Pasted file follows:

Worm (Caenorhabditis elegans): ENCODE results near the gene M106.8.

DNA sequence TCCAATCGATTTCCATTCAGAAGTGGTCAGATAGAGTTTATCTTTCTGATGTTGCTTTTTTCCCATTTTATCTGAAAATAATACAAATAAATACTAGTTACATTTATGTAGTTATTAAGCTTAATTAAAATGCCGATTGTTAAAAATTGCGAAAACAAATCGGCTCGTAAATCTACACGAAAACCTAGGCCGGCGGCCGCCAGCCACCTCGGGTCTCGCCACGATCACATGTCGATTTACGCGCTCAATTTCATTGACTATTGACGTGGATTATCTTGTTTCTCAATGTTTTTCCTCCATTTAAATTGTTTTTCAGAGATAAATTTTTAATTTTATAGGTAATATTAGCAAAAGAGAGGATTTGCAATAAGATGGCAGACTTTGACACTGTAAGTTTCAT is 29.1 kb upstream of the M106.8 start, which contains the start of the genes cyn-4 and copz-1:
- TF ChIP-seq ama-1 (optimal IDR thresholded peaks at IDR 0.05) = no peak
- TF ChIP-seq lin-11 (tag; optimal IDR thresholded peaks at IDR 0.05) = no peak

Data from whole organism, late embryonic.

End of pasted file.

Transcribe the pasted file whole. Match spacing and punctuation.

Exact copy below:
Worm (Caenorhabditis elegans): ENCODE results near the gene M106.8.

DNA sequence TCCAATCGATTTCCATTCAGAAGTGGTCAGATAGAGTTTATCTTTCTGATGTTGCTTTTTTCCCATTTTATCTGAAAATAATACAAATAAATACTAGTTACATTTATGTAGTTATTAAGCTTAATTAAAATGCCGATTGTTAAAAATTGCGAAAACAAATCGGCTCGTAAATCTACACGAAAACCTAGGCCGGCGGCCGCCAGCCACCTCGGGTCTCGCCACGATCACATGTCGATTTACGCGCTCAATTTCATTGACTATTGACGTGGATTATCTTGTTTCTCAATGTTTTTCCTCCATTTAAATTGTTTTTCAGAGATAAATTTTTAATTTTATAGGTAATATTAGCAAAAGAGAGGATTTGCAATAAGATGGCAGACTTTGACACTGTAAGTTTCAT is 29.1 kb upstream of the M106.8 start, which contains the start of the genes cyn-4 and copz-1:
- TF ChIP-seq ama-1 (optimal IDR thresholded peaks at IDR 0.05) = no peak
- TF ChIP-seq lin-11 (tag; optimal IDR thresholded peaks at IDR 0.05) = no peak

Data from whole organism, late embryonic.